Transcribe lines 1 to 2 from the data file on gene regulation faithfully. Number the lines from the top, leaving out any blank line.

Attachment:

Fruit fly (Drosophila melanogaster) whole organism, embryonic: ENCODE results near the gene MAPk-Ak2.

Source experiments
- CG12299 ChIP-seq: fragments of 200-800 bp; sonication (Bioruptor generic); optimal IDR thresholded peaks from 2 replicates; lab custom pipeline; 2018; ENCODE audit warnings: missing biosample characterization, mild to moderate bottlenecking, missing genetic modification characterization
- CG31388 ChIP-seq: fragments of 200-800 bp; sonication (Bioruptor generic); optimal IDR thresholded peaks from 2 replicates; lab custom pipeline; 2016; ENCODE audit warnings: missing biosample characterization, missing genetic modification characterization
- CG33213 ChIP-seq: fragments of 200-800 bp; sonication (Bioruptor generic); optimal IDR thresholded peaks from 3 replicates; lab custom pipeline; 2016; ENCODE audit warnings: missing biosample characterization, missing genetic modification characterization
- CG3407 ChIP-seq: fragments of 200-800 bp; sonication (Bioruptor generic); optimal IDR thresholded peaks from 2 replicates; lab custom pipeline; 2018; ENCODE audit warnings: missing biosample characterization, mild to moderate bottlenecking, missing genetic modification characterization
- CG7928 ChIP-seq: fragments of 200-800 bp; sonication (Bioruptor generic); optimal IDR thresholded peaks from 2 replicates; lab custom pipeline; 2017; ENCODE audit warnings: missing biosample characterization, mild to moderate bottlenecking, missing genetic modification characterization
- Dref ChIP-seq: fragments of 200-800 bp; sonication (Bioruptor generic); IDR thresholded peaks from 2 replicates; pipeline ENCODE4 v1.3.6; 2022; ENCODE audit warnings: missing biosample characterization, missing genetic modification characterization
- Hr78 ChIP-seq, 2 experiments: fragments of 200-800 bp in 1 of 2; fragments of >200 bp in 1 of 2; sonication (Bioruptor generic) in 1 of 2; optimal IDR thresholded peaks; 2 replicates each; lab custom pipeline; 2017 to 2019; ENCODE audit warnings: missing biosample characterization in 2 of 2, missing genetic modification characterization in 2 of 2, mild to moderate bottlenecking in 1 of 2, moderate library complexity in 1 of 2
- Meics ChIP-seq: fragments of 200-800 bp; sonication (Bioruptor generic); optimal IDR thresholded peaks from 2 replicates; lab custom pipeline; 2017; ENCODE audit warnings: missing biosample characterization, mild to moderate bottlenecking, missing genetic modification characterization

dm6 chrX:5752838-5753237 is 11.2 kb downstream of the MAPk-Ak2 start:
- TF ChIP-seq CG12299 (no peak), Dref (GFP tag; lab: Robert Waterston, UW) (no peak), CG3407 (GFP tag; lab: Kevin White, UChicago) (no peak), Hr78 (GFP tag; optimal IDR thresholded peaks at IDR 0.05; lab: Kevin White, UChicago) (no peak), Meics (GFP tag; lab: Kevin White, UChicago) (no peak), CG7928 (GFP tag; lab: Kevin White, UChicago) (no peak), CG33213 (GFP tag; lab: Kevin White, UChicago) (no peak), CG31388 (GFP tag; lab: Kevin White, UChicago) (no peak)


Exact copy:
Fruit fly (Drosophila melanogaster) whole organism, embryonic: ENCODE results near the gene MAPk-Ak2.

Source experiments